From the day we are born, we are also socialized by our parents, our peer groups, relatives, family friends and various other sources of patterns that we internalize. Before we can think in abstract, before we can reason, before we can even speak, we are internalizing and implementing patterns of behavior and thought. The manifestations of such behaviors can subtract or add to our genetics, a famous example is researcher James Fallon who despite possessing both the neurological and genetic correlates of psychopathy, does not engage in many of the negative behaviors associated with the genetic or neurological makeup [2]. He largely credits this to his positive upbringing, and the positive patterns that he learned as part of his socialization. Such patters are among the oldest we have in our life, they are the deepest ingrained in our mind and burnt into our brain, having been repeated throughout most of our lives. Continue reading

Red Pill Logic: Hypo- and Hyper Masculinity

Many men find the red pill or red pill adjacent communities as a result of life kicking them in the teeth. This kick is often related to intersexual dynamics, a wife leaving them, discovering that their wife is deeply disordered, or a myriad of other stories, however these men tend to manifest a case of being “hypomasculine”. This is not surprising given that the past 2 – 3 generations of western men have grown up in a community that not only does not overtly value masculinity, but in many cases demonizes it.

Be it the boys who are medicated for manifesting behaviors that 2 – 3 decades ago would be classified as “boys will be boys“, those who are raised by a single mother without any masculine idol to form themselves after, or those who are raised in a context where they view their mother henpeck their father for most of their formative years, it is understandable that they will struggle when it comes to developing a healthy masculine identity.

A pet theory of mine for some time, is that a boy put into such a situation, tends to go in one of two directions. He will either identify with his mother’s plight, and take on a co-dependent role where he will attempt to alleviate his mother’s neurosis in the hope that this will return her to a state in which she can be the caretaker he desires, or he will grow to reject his mother’s histrionics and instead develop a hyper-masucline identity. In the case of the former, he grows to embody the traits and behaviors normally associated with positive femininity that his mother lacks. In the case of the latter, he grows to reject all female traits within himself completely.

This is part of the reason why books such as “No More Mr. Nice Guy” are doing well, many boys find that the masculine has been beaten out of them after 10+ years in public school systems, surrounded by media narratives that does little except make fun of- and demonize traditional masculinity. This book is a “gateway book” towards developing a masculine identity that is not necessarily the “house cat of maleness” embodied by beer, man-caves and ESPN. While I do think that much of mainstream “male-centered” writing of this nature trends strongly towards blue-pill or at best purple pill narratives, it serves as a less harsh introduction to red pill themes. Continue reading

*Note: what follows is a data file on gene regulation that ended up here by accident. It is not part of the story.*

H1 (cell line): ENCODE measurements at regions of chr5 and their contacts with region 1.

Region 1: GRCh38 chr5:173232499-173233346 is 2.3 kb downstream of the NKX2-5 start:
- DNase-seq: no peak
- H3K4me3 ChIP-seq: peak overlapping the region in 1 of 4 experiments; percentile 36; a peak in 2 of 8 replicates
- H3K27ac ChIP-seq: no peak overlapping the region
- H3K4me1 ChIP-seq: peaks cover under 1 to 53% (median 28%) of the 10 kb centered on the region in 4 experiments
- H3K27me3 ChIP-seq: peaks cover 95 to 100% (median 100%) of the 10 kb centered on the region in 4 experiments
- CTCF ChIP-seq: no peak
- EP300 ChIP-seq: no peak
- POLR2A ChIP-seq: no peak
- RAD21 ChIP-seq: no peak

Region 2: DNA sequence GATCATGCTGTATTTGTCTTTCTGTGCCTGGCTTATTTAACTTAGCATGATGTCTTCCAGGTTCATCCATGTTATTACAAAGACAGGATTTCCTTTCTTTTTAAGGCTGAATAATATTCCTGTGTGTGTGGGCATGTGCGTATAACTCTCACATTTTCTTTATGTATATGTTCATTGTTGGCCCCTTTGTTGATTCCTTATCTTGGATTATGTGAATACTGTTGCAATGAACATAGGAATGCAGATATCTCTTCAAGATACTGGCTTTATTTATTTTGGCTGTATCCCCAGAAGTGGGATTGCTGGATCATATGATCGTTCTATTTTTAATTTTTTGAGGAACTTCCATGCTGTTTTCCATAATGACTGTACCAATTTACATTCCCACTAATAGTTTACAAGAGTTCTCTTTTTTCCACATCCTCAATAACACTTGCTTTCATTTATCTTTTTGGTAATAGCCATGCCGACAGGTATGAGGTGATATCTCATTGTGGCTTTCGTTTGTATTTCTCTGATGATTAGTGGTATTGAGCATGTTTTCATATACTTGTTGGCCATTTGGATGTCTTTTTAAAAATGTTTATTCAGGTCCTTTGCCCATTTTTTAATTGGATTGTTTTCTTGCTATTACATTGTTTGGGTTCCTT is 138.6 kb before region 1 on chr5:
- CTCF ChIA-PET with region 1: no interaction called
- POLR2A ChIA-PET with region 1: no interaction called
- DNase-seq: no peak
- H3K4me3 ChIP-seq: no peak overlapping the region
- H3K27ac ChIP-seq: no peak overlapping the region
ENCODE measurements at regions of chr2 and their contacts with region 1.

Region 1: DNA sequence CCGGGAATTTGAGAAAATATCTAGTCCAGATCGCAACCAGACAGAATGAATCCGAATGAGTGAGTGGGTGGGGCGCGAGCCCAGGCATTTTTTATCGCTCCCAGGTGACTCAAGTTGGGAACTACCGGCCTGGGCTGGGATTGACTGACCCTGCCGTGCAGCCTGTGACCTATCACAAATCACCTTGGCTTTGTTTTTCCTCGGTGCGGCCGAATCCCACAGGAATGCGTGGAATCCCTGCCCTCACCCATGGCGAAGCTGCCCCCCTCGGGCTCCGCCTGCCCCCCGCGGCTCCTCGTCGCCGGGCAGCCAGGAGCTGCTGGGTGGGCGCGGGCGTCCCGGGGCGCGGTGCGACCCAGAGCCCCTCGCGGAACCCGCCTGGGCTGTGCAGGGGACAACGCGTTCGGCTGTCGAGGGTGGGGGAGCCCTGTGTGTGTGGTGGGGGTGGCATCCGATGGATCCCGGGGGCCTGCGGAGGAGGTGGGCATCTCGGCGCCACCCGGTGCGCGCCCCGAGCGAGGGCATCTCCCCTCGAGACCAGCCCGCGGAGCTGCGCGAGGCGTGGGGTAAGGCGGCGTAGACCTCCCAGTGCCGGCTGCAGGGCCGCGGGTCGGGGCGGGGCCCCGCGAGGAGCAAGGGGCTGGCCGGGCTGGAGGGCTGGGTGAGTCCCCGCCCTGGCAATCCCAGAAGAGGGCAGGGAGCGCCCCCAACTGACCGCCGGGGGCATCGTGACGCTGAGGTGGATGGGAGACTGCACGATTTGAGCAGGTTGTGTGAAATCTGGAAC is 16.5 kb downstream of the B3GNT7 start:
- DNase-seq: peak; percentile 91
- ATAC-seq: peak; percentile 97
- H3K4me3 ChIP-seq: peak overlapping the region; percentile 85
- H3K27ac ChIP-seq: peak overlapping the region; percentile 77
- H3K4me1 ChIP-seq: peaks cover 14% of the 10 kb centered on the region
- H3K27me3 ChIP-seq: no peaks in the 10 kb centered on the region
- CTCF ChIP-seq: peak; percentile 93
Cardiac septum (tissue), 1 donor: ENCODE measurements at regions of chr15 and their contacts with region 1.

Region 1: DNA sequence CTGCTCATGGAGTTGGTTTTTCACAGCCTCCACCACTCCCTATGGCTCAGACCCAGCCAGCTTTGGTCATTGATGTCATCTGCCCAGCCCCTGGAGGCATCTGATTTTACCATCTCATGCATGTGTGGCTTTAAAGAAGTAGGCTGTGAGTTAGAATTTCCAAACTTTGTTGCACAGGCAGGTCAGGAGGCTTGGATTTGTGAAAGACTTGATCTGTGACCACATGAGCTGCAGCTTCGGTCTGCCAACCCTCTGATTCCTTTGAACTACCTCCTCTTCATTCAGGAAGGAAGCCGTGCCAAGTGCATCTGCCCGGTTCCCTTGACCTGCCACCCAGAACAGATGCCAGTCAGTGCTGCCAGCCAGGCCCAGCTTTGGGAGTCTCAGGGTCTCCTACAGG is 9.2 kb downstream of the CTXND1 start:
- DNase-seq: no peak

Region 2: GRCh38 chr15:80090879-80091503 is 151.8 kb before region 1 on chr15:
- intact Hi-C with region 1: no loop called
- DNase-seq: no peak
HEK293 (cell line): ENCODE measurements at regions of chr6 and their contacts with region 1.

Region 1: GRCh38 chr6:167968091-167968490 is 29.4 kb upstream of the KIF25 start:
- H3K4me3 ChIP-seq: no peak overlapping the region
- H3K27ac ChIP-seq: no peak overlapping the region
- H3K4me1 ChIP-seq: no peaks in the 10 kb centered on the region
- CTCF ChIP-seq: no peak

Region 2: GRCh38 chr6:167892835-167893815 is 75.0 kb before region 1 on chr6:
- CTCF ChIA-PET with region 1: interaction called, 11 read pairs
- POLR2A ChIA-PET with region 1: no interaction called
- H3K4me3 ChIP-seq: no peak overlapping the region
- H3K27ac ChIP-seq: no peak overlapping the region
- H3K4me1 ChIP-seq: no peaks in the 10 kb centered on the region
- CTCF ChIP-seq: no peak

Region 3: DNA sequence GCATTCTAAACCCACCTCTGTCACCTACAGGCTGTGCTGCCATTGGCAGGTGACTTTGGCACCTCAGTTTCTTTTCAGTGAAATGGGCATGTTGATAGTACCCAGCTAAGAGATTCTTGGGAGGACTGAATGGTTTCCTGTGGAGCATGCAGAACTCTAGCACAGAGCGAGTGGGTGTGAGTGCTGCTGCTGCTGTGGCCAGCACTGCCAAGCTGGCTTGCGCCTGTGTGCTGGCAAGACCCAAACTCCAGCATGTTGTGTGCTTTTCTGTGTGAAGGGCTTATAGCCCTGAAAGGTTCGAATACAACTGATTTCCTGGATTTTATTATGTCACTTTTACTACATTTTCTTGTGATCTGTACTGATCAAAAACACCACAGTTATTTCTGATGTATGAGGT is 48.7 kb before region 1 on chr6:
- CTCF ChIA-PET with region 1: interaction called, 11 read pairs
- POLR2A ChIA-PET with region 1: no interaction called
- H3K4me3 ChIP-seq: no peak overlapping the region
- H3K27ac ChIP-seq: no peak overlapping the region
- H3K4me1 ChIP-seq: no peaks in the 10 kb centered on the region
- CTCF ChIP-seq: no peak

Red Pill Logic: Anima, Animus and Jung

A while back I wrote a post on how our society is engaged in the mass-production of Beta males and female narcissists, in essence creating men weak of will and women with dogged determination. This translates into men that act more female than male, often being submissive, lacking decisiveness and rejecting the very notion that there is such a thing as “male behavior”. Likewise, the women reject the notion that there is such a thing as “unfeminine” behavior, which often manifests in behaviors such as being argumentative, decisive and insistent. This has often been pointed out in the manosphere as a case of attempting to make a sexually dimorphic species into an androgynous one, with which I agree.

In the present social climate I would argue that a misinterpretation of Jung is at fault for the concept of “Get in touch with your feminine side”, where the underlying meaning of the statement is “If you get in touch with your feminine side, you will adopt my perception“. However, this is not the meaning, nor is it the role of the anima and the animus in Jungian psychology. What characterizes and somewhat sets Jung apart is a writing style based on imagery and his use of dichotomies. For those familiar with psychological types, the dichotomous pairs of “Thinking and “Feeling” and “Sensing” and “Intuition” will be familiar, and this is something that characterizes most of his psychological work in “The Archetypes and the Collective Unconscious” as well. (If you are interested in learning more about Jung’s psychological types, The Artful Man has a blog dedicated to it that is linked in my sidebar.)

The man is the bearer of logos, represented by rationality, logic and a preference for empiricism, whereas the female represents the concept of eros, the emotional, instinctive and relationship oriented. Thus, this dichotomy in some regard mirrors Jung’s thinking and feeling functions, the former which is more prevalent in men, the latter which is more prevalent in women statistically speaking [7]. However, as explained by many MBTI writers, attempting to turn a thinker into a feeler or vice versa is not a very good idea. Likewise, attempting to turn women into men and men into women, does not create a race of androgynous superhumans, finally free from oppressive social norms and expectations, it creates one group of left-handed people attempting to write with their right hand, and another group of right-handed people attempting to write with their left hand. Continue reading